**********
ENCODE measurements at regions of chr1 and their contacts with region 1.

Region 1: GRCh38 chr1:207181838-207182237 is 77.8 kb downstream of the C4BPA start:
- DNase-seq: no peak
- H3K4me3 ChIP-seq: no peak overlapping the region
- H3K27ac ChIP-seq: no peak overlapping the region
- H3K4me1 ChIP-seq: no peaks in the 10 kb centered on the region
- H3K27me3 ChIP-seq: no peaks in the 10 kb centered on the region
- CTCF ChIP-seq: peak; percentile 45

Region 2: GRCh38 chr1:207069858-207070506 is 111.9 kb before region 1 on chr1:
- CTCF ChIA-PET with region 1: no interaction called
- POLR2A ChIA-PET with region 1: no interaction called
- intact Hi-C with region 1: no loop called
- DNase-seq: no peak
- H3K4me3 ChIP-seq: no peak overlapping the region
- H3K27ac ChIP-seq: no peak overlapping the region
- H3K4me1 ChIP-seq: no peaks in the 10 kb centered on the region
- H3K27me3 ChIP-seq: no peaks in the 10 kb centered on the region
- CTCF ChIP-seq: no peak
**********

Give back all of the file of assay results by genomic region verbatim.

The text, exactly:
ENCODE measurements at regions of chr1 and their contacts with region 1.

Region 1: GRCh38 chr1:207181838-207182237 is 77.8 kb downstream of the C4BPA start:
- DNase-seq: no peak
- H3K4me3 ChIP-seq: no peak overlapping the region
- H3K27ac ChIP-seq: no peak overlapping the region
- H3K4me1 ChIP-seq: no peaks in the 10 kb centered on the region
- H3K27me3 ChIP-seq: no peaks in the 10 kb centered on the region
- CTCF ChIP-seq: peak; percentile 45

Region 2: GRCh38 chr1:207069858-207070506 is 111.9 kb before region 1 on chr1:
- CTCF ChIA-PET with region 1: no interaction called
- POLR2A ChIA-PET with region 1: no interaction called
- intact Hi-C with region 1: no loop called
- DNase-seq: no peak
- H3K4me3 ChIP-seq: no peak overlapping the region
- H3K27ac ChIP-seq: no peak overlapping the region
- H3K4me1 ChIP-seq: no peaks in the 10 kb centered on the region
- H3K27me3 ChIP-seq: no peaks in the 10 kb centered on the region
- CTCF ChIP-seq: no peak